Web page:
Fetal fibronectin and preterm labor

During pregnancy, a uterine infection causes inflammation, which can trigger preterm labor. This inflammation can also stimulate the amnion cells to produce fetal fibronectin, a protein.

Fetal fibronectin testing is sometimes done when preterm labor symptoms are present. When the fetal fibronectin test is negative, it is unlikely that you are having preterm labor. But even if the test is positive, it does not mean for sure that you are having preterm labor.1

For fetal fibronectin testing, a sample of fluid is collected from the vagina or the opening to the uterus (cervix). First, a speculum is used to spread the walls of the vagina to view the cervix. Next, a sterile swab is used to absorb fluid from the cervix or vagina. The speculum is removed and the swab is sent to the laboratory for testing.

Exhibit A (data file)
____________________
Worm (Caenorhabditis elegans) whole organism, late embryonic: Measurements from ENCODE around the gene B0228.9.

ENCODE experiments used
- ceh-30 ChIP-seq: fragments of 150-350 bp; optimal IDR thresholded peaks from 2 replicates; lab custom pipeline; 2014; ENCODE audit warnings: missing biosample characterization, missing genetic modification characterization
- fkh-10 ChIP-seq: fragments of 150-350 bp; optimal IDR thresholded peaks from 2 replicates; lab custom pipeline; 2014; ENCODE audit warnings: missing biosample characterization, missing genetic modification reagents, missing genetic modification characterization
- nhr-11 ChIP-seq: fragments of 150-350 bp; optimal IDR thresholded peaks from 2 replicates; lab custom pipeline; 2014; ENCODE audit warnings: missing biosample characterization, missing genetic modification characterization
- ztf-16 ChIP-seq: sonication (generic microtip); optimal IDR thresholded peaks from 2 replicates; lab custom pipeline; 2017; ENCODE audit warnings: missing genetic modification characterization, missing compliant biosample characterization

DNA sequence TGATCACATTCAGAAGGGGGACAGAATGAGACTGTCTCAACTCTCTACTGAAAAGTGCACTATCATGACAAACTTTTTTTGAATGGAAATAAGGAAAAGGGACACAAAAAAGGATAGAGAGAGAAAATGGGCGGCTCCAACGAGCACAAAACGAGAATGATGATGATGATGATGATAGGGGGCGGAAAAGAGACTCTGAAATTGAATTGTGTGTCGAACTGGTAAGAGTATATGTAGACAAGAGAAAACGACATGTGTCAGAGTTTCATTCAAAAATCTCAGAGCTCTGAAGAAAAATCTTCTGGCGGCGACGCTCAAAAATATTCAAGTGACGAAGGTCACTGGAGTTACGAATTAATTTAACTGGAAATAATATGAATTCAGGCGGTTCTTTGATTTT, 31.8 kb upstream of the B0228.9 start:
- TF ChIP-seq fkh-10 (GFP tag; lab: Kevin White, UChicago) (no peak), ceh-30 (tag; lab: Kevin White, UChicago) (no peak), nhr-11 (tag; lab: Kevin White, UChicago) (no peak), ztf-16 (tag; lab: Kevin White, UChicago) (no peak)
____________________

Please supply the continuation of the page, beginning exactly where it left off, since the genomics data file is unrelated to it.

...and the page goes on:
A negative test result is quite accurate and shows that labor has not started. A positive test result may show that labor has started, but false-positive results are common. False-positive results can occur if a woman has recently had:

  • A pelvic exam. To reduce the risk of a false-positive result, it is important that a fetal fibronectin test be done before a manual pelvic exam.
  • Sexual intercourse.
  • Uterine contractions.
  • Bleeding from the vagina.

The fetal fibronectin test is:

  • Somewhat expensive and may not be available in all medical testing centers.
  • Not useful for predicting labor in women at risk for preterm labor.
  • Helpful only for women with symptoms of preterm labor.

Citations

  1. Iams JD, Creasy RK (2004). Preterm labor and delivery. In RK Creasy et al., eds., Maternal-Fetal Medicine: Principles and Practice, 5th ed., pp. 623–661. Philadelphia: Saunders.

Last Updated: January 14, 2009

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